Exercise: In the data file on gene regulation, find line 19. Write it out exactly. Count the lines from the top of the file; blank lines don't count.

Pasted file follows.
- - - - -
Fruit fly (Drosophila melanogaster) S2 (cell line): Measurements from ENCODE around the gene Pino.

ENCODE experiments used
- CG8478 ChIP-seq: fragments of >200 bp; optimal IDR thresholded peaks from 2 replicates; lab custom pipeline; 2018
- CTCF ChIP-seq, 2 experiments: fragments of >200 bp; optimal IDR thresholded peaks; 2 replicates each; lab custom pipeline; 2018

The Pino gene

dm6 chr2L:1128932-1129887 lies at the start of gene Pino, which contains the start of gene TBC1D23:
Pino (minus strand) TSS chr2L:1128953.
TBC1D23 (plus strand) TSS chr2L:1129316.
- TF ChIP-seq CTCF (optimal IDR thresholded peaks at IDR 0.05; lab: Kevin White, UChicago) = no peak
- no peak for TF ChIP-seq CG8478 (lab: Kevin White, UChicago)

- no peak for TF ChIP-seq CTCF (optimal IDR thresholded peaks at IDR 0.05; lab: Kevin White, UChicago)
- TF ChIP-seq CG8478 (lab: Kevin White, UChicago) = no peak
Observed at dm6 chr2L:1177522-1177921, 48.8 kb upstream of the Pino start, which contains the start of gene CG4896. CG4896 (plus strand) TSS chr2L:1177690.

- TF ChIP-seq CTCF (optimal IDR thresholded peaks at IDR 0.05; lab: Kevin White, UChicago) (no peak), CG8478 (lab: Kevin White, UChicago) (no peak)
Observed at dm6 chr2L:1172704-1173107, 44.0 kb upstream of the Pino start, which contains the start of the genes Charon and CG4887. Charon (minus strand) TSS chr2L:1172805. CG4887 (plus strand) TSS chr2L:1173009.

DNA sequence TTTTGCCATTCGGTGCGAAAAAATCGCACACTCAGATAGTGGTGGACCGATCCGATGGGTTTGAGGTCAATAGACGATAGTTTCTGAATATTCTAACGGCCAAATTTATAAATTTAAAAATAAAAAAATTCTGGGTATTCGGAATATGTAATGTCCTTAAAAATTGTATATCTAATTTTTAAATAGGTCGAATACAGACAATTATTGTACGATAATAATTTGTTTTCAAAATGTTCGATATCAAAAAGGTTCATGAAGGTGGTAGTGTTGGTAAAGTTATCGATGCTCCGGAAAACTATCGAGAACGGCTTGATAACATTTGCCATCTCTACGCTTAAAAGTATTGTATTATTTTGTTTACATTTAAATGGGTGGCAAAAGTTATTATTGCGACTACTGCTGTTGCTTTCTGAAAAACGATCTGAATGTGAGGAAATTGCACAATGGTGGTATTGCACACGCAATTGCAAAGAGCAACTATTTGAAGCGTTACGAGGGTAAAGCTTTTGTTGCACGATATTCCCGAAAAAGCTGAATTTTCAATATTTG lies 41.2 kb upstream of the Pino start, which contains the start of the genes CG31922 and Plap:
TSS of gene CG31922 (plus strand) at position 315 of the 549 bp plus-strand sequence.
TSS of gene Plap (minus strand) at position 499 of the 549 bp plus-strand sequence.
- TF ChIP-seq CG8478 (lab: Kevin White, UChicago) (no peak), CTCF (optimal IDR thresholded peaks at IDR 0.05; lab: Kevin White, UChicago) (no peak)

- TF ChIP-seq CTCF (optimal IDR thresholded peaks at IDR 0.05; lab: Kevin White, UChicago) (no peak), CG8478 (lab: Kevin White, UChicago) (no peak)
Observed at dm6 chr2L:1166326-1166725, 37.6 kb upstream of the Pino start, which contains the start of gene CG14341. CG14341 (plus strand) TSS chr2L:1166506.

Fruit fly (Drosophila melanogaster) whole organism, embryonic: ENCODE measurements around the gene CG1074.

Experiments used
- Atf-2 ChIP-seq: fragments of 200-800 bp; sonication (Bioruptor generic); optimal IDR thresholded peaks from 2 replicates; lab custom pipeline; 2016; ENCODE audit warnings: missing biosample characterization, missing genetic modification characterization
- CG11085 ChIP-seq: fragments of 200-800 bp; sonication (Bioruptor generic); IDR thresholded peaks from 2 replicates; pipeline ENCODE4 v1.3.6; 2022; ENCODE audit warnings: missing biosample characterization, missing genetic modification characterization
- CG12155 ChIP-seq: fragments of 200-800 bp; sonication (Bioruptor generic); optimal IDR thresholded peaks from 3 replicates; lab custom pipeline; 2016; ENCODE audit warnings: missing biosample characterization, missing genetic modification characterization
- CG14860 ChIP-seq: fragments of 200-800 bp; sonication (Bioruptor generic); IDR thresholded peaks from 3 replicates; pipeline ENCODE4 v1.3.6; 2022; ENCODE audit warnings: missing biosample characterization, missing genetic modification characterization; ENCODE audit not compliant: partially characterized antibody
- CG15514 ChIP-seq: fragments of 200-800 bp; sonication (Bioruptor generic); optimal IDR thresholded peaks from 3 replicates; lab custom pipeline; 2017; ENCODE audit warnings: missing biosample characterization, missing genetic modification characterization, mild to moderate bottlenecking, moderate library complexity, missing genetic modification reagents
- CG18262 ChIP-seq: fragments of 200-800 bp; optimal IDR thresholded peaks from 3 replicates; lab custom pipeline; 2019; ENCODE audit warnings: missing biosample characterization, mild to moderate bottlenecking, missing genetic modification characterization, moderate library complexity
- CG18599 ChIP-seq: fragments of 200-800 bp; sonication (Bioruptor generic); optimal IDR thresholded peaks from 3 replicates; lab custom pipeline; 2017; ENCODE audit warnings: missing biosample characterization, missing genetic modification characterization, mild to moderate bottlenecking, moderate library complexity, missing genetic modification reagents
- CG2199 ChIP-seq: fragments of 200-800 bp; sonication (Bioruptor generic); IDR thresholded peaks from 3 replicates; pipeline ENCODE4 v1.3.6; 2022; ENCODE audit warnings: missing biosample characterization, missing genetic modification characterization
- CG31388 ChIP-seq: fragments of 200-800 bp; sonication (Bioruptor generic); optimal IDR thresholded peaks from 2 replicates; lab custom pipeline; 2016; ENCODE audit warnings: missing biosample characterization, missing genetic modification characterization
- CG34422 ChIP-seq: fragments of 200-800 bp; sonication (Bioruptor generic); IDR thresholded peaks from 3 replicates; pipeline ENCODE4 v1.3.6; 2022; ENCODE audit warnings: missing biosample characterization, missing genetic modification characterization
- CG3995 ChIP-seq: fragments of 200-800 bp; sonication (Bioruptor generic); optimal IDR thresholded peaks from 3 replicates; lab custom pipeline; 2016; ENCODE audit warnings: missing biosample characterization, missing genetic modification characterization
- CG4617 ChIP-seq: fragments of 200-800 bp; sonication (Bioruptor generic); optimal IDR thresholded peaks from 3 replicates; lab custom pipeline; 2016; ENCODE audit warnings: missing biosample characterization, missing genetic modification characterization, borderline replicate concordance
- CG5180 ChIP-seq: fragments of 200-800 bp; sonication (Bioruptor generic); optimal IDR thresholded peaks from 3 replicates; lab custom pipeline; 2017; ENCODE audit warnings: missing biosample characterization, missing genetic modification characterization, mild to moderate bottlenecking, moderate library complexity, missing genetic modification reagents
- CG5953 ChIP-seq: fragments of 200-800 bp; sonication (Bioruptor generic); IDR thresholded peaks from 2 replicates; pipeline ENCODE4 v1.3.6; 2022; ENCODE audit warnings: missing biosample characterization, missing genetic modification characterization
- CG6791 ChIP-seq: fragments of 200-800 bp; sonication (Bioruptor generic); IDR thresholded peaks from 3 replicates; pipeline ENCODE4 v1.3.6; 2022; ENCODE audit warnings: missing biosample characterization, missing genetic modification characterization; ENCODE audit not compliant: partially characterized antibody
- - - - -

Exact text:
- TF ChIP-seq CG8478 (lab: Kevin White, UChicago) (no peak), CTCF (optimal IDR thresholded peaks at IDR 0.05; lab: Kevin White, UChicago) (no peak)